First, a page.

x Abu Dhabi, UAEWednesday 24 January 2018

No hurry on deal to form government, Iraq election winner Allawi says

Opposition leader and former PM says without a balanced government representing all factions, sectarian violence will return.

Ayad Allawi, the former prime minister of Iraq, speaks at the Al Jazeera Forum in Doha yesterday.
Ayad Allawi, the former prime minister of Iraq, speaks at the Al Jazeera Forum in Doha yesterday.

DOHA // More than 10 weeks after Iraq's parliamentary elections, the leader of the party that won the most seats warned yesterday that the formation of a new government would probably take more time.

Ayad Allawi, the former Iraqi prime minister, said during the Al Jazeera Forum in Doha: "Rest assured, we are not about to strike any deal." Responding to suggestions that Nouri al Maliki, the current prime minister, was nearing a secret pact with Mr Allawi's Iraqiyya coalition, Mr Allawi reiterated his opposition to political convenience and hinted at the creation of a unity government. "We don't like this way of wheeling and dealing," he said. "We want a government that should include all Iraqi factions, but should be able to deliver for Iraq and the region."

With considerable support from Sunnis, the Iraqiyya coalition of Mr Allawi, a secular Shiite, came out on top with 91 seats in the March 7 election. Next is Mr al Maliki's State of Law party, with 89 seats. To form a government, a coalition of two or more parties must cobble together a parliamentary majority of at least 163 seats. Any deal is likely to include agreements on filling key positions including president, parliamentary speaker, prime minister and the heads of key ministries.

Tensions and security concerns have begun to rise under Mr al Maliki's lame-duck administration. Many leaders, including Ammar al Hakim of the Islamic Supreme Council of Iraq, have in recent weeks highlighted the possible formation of a national unity government that includes Iraqiyya, the main Sunni-backed party. Last week's announcement of a tentative coalition between Mr al Maliki's party and the Shiite Iraqi National Alliance, which includes the political faction of the cleric Muqtada al Sadr, altered the playing field. Such a deal could make that bloc the largest in parliament and ensure that Mr al Maliki keeps the post he has held since 2006.

wever, Mr al Maliki warned on Saturday of rushing to create an imbalanced government. "The sectarian violence will return and will wipe out everything we have already achieved," he told The New York Times. "We should not bow to the pressures of time and make a big mistake." The leaders of the top two parties were scheduled to meet a few days ago. But Mr al Maliki cancelled at the last minute. Mr Allawi said yesterday: "Maybe he's the prime minister and very busy, I don't know. We asked for another meeting."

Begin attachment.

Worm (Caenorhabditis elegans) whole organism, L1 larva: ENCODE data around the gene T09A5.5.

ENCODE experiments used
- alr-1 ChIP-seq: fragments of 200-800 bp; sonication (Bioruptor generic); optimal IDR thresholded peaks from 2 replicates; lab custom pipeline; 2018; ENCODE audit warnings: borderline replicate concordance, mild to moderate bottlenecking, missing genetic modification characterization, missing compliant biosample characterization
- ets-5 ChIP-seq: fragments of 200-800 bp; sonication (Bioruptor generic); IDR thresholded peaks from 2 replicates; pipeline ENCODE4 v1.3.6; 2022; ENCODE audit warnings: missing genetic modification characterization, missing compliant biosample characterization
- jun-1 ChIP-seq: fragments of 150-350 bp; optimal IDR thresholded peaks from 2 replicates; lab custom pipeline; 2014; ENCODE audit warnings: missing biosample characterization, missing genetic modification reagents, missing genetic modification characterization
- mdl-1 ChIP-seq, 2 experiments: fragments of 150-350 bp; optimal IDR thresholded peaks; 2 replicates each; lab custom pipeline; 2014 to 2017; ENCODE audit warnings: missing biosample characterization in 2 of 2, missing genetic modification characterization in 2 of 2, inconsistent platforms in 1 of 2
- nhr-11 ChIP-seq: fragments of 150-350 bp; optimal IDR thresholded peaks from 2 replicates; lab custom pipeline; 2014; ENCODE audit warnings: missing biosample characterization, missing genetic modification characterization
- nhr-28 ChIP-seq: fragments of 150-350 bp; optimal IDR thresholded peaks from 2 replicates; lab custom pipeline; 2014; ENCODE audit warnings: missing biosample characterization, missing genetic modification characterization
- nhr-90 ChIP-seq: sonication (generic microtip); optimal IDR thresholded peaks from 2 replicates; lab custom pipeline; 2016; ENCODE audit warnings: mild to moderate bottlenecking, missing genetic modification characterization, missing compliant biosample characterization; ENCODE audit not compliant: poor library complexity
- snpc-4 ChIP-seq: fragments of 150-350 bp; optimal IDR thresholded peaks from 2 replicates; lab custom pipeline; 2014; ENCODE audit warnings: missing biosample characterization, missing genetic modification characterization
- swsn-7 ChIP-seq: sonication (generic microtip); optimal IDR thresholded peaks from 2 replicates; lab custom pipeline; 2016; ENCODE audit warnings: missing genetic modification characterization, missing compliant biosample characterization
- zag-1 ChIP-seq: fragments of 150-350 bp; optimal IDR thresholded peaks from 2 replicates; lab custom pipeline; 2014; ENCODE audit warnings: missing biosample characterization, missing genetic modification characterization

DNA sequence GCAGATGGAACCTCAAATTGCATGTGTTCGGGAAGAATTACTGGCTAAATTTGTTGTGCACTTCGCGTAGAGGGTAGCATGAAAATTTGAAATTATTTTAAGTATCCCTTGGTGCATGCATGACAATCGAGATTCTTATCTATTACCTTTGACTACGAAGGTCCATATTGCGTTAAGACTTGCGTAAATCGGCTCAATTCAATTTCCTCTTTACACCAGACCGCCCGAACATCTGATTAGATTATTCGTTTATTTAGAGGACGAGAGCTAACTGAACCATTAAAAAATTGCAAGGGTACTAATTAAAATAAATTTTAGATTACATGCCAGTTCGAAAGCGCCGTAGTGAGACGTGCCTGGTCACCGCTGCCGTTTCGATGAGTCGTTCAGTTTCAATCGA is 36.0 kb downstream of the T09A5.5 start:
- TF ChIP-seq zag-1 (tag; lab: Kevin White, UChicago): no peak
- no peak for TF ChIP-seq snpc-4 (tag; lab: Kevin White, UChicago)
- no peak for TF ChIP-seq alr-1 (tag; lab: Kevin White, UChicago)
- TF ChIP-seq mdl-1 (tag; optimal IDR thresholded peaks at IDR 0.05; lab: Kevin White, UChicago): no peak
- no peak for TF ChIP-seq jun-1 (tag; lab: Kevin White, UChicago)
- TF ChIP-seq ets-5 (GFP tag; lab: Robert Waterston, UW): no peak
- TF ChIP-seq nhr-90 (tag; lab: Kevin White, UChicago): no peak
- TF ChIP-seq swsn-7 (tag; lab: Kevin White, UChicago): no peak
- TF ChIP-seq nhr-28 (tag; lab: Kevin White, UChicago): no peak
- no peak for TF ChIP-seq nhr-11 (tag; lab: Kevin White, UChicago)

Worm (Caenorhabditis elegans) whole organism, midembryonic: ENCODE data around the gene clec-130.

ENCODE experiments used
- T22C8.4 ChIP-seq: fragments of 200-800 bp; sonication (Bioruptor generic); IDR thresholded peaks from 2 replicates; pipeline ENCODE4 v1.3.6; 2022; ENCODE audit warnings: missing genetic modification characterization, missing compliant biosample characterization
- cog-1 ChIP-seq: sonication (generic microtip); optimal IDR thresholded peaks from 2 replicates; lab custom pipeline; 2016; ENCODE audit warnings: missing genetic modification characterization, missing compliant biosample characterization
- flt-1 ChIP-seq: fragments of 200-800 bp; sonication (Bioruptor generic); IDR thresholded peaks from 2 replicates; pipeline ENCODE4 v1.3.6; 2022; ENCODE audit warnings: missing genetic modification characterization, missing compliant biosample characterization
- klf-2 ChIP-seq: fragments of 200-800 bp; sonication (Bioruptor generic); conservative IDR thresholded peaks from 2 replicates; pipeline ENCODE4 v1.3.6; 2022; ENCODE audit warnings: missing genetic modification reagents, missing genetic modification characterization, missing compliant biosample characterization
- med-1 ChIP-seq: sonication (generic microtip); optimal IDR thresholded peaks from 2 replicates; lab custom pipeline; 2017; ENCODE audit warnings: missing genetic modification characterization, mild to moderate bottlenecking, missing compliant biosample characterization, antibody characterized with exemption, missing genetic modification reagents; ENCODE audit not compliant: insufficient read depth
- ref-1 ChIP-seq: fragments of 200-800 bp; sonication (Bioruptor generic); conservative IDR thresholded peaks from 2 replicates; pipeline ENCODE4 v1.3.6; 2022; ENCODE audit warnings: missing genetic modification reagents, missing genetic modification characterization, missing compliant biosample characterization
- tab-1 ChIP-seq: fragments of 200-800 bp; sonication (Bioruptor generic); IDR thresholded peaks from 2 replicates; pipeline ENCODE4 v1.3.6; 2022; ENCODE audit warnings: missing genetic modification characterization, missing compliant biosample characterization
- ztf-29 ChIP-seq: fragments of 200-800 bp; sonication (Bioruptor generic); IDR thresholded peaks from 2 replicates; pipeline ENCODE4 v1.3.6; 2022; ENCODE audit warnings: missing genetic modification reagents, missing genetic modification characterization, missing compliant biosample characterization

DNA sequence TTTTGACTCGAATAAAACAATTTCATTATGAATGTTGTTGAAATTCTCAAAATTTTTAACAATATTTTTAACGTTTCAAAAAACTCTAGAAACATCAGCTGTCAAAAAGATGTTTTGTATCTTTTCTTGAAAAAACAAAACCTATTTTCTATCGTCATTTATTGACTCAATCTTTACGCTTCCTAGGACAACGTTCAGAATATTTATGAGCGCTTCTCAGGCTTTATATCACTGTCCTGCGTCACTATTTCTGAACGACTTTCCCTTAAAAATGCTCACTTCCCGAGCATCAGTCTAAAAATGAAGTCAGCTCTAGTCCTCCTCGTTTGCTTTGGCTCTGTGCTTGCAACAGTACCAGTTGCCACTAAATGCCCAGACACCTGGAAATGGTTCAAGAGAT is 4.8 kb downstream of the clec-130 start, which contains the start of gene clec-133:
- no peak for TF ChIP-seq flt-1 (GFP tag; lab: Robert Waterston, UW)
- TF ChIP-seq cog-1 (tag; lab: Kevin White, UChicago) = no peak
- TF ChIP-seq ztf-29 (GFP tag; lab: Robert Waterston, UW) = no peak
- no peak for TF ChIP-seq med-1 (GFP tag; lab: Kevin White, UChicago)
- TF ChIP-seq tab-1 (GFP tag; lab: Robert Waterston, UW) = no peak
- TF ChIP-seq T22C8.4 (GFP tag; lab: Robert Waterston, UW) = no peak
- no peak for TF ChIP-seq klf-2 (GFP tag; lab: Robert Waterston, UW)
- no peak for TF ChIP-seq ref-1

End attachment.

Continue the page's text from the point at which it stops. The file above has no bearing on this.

Most observers believe Iraq's neighbours have sought to influence the government formation process. Jabber Habib Jabir, an Iraqi MP, speaking at an earlier forum event on Sunday, argued that the outcome of the election, and the delayed government formation, has allowed regional states to interfere. "Nobody wants to have their allies not participating in this new Iraq," Mr Jabir said via video link from Baghdad, mentioning Iran, Turkey and Arab states. "If Iraq is unstable, this instability will be reflected across the region."

Mr Allawi acknowledged regional ties, but urged Iraq's neighbours to stand down. "We hope that there will be no regional interference in any shape or form," he said. "The more interference there is, the more complicated the Iraqi issues become ... we are really endeavouring to make other people understand that it's not in their interest to interfere." Internal concerns may be more troubling. Basil Hussain, a senior researcher at the Iraqi Centre for Strategic Studies in Amman, comparing Iraqi politics to Lebanon's confessional system, worried about the long-term impact of a unity government.

"Should we be like Lebanon? Should we wait 50 years before we start talking about sectarianism?" Mr Hussain said, "It's leading to a very dangerous situation in Iraq." Dr Abdulwahab al Qassab, an official at the Qatar Armed Forces' Centre for Strategic Studies, had another concern. "The first problem in Iraq arises from an imbalanced constitution," he said. "It does not represent the Iraqi people."

Mr Allawi concurred. "This new constitution, because of the haste with which it was written, left it open to many different interpretations on all sides," he said. However, he pointed to the inclusion of an article that allowed for constitutional review to create a truly representative document. The first concern remains the formation of a strong, stable and inclusive government. Despite the delays, Mr Allawi felt Iraqis were up to the task.

"We hope the outcome will be a home-grown one," he said. "Maybe if the situation continues for another year, we will need people to save us." @Email:dlepeska@thenational.ae